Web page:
How often do we seek to feed ourselves with something other than the "pure milk of the word"? I have no problem taking frequent feedings throughout the day on things other than the word. Every few hours, for a pick-me-up, I'll run over to my laptop and check what's going on in the Internet. I'll seek a dose of encouragement through an inspiring blog, I'll check what friends are up to on Facebook. But do I long to feed myself first with the pure milk of the word?  To be honest, after I've "fed" myself in the morning, I think that feeding can last me all day, and I substitute other things for feedings the rest of the day. This is as silly as feeding a newborn a bottle of water and expecting it to meet her needs.

This week, let's challenge ourselves to nourish ourselves with the pure milk of the Word. Let's see if we become more content as we feed our bodies and spirits every few hours what they truly need. This is not meant to be a legalistic "read-your-Bible-every-three-hours-or-else" rule, but rather a principle for our good.

And if you don't know where to start, you could begin with the Gospels (Matthew, Mark, Luke or John) and read about Jesus' life. You could start reading Proverbs for wisdom, or the Psalms for encouragement. Or you could just start at the beginning (Genesis) and work your way through. Or you could read a chapter from the Gospels in the morning, a Proverb a few hours later, a Psalm a few hours later, maybe a letter from Paul after that (Galatians, Ephesians, Philippians, Colossians, etc).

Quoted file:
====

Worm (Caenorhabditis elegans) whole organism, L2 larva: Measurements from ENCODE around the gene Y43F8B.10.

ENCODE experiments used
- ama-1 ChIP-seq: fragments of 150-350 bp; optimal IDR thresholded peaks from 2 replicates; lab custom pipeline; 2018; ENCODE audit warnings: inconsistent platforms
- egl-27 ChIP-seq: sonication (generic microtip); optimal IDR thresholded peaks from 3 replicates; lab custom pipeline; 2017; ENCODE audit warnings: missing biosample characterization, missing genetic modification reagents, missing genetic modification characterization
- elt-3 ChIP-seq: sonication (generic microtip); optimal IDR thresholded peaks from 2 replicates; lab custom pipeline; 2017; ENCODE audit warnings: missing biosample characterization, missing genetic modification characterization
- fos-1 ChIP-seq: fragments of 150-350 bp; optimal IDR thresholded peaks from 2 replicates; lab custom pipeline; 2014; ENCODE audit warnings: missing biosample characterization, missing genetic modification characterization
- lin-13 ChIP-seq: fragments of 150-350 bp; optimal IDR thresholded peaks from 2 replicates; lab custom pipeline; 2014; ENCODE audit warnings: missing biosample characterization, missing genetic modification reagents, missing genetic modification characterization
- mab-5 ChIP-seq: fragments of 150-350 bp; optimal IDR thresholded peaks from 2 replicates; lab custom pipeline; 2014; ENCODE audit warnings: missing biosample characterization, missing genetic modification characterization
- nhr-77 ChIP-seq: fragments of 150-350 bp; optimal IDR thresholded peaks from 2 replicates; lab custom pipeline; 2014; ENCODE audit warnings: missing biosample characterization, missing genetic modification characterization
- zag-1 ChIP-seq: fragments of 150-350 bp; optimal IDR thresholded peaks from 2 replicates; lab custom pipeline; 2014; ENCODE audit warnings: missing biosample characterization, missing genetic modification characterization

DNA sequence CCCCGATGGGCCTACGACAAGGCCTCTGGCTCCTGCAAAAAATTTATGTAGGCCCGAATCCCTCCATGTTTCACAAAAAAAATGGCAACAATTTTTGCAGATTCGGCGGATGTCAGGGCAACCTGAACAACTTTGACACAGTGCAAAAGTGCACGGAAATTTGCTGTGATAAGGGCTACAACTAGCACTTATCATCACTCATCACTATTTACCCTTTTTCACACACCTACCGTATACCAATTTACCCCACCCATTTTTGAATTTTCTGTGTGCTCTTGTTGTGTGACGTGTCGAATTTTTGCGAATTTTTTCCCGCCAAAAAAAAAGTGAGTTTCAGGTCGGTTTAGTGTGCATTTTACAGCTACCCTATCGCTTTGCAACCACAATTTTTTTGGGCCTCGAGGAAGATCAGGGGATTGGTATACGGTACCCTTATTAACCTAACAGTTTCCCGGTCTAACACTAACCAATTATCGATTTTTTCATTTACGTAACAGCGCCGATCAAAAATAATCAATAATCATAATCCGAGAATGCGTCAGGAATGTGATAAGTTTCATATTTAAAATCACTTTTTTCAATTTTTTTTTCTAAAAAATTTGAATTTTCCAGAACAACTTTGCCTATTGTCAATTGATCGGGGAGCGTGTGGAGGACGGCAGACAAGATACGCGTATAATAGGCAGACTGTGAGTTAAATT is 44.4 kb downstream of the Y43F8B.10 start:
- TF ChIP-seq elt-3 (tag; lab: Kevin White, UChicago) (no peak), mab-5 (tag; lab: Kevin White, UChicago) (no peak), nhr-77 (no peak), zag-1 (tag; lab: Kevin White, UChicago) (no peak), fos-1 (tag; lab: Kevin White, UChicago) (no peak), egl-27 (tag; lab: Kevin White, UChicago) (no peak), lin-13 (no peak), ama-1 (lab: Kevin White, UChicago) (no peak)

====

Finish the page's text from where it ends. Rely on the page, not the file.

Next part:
So when you start feeling like you're running low, just like a newborn starts to feel like it's time for another feeding, let's give ourselves a good healthy dose of that pure spiritual milk of the word.

Friday, November 4, 2011

Why You Need a Friend

I commited to blog every day for the next 30 days with BlogHer's NaBloPoMo challenge.

Everyday, I have ideas of what I want to write about. Everyday, I can't seem to find the time to sit down and write as thoroughly as I'd like to. So I don't. I wait until I can say it all, the way I want to say it. (Sometimes, I need to process my thoughts, too. Like this week, I'm thinking through big things--adversity and motherhood, handling challenges, not feeling depressed. Through God's grace and mercy, I'm reaching conclusions. I'll share them with you...soon).

But, for the next 30 days, I will not let my hesitancy to post until I'm ready to write it well hold me back.

So off the top of my head, today I just want to say:

You need a friend.

Blogs are great and a wonderful source of encouragement. But what I'm realizing lately is you need a real-life friend--someone you can call in the middle of the afternoon and say, "I'm having a really bad day, wanna take the kids to the park?" Or, "I'm about to lose it. Can we meet at the park?" Or, "I need to get out of the house for a bit. Wanna go to McDonald's play land?"